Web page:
The proposal has been widely denounced as “inhumane” and “unworkable”.
Home Secretary Priti Patel said the new immigration policy is designed to put the people-trafficking gangs, who are putting lives at risk with illegal Channel crossing from France, out of business.
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It’s about compassion, it’s about helping people,” he told the News Letter.
“This idea of a refugee, an asylum seeker who has made it the whole way from Afghanistan, the whole way from Lebanon, and then when they get to the United Kingdom we put them in a boat or a plane and ship them off to Rwanda – I think it’s outrageous.
“The United Kingdom’s image around the world doesn’t look good after this announcement from the PM. I think it will come back to bite him.”
However, speaking during a Global Migration Challenge debate the Commons this week, his party colleague Sammy Wilson said he supported the government’s attempt to “wreck this evil trade”.
The East Antrim MP said: “I suspect that there are more asylum seekers housed in my constituency than in those of many who have been hectoring the Secretary of State this afternoon.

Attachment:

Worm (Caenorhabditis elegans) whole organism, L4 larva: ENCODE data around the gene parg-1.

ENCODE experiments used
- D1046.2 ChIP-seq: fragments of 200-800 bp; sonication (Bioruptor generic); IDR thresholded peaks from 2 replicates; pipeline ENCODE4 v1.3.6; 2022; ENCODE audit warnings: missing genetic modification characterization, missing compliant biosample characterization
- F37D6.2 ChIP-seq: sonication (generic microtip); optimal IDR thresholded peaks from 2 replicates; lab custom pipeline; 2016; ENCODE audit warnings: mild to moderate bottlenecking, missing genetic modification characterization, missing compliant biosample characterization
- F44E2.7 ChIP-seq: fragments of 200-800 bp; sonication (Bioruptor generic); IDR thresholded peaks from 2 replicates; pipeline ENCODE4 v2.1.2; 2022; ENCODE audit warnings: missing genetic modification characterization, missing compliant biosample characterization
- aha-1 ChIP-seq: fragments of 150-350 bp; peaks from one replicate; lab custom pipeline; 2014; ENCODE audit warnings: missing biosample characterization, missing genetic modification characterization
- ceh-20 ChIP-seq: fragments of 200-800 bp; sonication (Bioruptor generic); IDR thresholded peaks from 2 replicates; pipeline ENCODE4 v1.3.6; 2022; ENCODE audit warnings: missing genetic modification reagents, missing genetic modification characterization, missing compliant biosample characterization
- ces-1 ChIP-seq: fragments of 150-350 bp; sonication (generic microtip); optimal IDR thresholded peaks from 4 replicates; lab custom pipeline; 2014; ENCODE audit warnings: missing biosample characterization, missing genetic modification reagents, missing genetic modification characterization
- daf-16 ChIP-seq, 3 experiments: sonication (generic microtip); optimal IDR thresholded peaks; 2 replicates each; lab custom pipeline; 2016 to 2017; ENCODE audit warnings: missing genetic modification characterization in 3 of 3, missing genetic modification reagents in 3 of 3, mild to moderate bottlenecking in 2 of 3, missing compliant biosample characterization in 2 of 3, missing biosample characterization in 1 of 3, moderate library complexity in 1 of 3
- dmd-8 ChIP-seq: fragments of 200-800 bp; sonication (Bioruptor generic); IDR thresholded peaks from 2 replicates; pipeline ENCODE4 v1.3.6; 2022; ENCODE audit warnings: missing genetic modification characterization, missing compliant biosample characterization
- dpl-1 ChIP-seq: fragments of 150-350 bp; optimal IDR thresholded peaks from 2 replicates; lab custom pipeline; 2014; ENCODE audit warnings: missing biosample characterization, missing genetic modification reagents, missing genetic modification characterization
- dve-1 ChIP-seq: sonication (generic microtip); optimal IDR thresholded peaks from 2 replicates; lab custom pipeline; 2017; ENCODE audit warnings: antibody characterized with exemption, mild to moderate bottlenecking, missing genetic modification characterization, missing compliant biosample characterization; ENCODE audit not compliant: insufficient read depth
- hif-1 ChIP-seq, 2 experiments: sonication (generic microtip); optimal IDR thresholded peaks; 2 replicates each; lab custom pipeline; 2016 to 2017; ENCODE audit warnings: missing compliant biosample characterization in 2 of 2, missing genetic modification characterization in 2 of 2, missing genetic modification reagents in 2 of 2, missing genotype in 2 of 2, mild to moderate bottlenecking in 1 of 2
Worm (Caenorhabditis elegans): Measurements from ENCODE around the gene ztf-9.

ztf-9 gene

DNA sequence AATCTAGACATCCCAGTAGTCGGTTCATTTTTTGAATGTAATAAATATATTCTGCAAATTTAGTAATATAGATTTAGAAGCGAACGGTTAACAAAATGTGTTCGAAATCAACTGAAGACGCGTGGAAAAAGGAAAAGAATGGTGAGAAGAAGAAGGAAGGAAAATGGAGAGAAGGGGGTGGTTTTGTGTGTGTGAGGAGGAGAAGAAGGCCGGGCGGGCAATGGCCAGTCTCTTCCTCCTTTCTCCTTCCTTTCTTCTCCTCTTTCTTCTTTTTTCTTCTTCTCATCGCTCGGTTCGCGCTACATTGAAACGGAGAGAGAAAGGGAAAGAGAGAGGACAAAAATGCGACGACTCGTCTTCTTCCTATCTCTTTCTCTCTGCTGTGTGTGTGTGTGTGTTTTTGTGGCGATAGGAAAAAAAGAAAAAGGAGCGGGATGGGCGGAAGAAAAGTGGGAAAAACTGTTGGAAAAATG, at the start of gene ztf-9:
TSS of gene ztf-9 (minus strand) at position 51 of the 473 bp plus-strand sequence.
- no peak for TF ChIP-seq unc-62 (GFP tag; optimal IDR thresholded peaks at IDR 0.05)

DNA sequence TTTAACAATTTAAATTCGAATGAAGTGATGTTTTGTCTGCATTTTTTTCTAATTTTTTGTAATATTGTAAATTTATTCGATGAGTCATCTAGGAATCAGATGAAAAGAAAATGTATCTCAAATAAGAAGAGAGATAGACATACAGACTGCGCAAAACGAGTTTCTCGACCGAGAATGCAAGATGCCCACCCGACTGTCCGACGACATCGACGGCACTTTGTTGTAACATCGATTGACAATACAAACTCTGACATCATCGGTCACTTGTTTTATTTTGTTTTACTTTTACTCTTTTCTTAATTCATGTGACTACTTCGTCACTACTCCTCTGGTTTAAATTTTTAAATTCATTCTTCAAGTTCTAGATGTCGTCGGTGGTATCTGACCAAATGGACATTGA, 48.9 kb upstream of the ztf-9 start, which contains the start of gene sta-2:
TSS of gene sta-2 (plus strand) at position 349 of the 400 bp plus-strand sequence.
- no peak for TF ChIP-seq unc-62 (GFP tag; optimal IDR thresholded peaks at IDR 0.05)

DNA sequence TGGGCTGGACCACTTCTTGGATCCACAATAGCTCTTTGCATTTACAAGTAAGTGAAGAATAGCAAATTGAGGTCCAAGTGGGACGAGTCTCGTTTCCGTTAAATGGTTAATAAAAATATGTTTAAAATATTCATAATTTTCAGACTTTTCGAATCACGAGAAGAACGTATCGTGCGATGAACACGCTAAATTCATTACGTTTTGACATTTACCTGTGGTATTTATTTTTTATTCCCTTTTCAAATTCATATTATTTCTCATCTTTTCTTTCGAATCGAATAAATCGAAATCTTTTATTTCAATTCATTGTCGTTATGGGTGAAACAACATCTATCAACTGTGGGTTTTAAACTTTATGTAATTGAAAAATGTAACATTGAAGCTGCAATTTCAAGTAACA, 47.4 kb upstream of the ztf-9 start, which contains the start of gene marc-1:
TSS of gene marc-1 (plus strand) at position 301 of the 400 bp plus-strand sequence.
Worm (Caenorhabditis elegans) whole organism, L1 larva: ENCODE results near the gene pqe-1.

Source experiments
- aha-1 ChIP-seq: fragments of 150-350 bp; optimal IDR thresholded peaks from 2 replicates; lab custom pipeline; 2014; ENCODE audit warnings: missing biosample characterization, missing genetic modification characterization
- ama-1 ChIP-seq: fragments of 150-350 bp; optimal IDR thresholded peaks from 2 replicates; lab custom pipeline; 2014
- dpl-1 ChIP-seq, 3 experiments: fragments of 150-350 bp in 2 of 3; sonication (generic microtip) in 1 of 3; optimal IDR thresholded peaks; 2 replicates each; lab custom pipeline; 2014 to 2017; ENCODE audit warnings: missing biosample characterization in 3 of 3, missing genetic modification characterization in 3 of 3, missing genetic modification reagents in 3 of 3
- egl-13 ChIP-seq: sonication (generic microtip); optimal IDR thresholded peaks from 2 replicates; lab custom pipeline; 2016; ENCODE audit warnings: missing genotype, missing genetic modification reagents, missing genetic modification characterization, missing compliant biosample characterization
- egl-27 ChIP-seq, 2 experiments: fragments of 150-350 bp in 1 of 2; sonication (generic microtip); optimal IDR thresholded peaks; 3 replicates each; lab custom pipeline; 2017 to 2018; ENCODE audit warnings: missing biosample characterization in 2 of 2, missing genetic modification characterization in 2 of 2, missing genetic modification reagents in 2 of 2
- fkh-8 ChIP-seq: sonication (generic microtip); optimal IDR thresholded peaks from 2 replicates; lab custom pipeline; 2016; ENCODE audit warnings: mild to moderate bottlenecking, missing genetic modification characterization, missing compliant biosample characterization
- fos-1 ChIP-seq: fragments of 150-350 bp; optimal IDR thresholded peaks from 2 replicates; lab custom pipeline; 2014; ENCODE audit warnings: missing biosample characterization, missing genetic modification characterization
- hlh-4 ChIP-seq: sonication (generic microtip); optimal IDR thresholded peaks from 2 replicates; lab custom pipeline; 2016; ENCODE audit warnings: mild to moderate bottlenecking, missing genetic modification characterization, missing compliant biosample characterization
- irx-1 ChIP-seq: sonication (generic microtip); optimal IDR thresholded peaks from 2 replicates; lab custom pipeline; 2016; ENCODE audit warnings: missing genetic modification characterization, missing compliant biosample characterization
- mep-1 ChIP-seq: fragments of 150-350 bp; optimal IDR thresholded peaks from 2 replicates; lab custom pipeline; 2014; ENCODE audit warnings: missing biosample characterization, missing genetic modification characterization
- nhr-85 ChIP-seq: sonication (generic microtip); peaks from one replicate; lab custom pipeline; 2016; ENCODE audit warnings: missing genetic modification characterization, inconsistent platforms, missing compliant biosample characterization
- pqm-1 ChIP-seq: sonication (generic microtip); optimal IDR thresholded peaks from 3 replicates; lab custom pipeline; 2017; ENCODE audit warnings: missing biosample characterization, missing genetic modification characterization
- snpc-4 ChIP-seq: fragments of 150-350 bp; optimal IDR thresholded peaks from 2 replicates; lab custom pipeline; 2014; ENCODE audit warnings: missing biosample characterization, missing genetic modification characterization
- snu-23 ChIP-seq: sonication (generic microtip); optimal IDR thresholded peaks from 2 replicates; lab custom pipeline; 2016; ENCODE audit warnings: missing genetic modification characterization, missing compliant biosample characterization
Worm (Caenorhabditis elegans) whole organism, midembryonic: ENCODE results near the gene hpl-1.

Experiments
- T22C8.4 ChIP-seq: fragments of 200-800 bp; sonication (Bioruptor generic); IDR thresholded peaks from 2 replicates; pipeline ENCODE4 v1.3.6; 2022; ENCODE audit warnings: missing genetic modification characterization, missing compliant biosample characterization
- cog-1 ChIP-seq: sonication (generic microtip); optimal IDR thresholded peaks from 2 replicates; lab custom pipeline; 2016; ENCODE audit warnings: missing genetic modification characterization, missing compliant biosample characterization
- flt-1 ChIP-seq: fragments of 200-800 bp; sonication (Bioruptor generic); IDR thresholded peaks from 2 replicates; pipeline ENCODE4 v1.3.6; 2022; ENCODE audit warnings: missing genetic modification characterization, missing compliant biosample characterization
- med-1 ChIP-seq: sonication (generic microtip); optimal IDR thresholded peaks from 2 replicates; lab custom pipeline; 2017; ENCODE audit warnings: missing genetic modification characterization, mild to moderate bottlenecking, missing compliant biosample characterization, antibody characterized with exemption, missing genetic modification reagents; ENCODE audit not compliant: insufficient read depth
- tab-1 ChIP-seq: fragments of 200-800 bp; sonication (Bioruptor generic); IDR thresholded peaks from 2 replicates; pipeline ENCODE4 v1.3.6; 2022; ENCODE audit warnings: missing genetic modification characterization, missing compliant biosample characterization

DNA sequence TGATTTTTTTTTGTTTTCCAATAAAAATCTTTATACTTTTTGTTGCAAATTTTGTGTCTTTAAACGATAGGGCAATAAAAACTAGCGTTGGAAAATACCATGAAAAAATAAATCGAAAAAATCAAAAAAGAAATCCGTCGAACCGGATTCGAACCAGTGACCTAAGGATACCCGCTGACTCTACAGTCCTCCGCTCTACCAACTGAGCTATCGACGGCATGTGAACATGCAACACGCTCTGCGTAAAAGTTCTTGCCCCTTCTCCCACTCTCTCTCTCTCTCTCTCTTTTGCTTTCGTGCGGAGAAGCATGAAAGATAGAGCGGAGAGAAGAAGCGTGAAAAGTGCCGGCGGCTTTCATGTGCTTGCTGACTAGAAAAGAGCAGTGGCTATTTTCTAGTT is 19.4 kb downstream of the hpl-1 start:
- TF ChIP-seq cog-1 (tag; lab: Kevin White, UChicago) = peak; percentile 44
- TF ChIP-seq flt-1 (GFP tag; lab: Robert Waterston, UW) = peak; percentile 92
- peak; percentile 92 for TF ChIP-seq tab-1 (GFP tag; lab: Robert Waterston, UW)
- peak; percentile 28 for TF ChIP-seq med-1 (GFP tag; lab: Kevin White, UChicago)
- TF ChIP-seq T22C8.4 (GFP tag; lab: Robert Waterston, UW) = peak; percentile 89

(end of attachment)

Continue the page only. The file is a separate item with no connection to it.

“I have heard their stories, and I know of the misery caused by people trafficking and of the desperation of those who hand over huge amounts of money and risk their lives to get into the United Kingdom.
“I therefore support the Secretary of State’s aim to wreck this evil trade. However, if after a lengthy procedure only a very small percentage of those processed will have left the country, will not the people smugglers still be able to argue, ‘It’s worth your while handing money over to us and risking your lives’?”
In response to Mr Wilson’s contribution Priti Patel said: “The way in which people’s lives are put at risk is absolutely shocking and tragic. We want to stop that and break it, and we have to do so upstream.
“It is not good enough to wait for it to come to the shores of the United Kingdom or the coastline of France, because that is simply too late.”
Ms Patel added: “That is why a whole array of work has been redoubled, working with intelligence and security partners upstream, and with different governments, so that we can target, intercept and prosecute the gangs – not just in our country, but in other countries further upstream.”
During a debate on the Nationality and Borders Bill last July, Jim Shannon said: “I wish to see in the legislation that we give protection for those overseas who are persecuted because of their religion and whose human rights are abused.”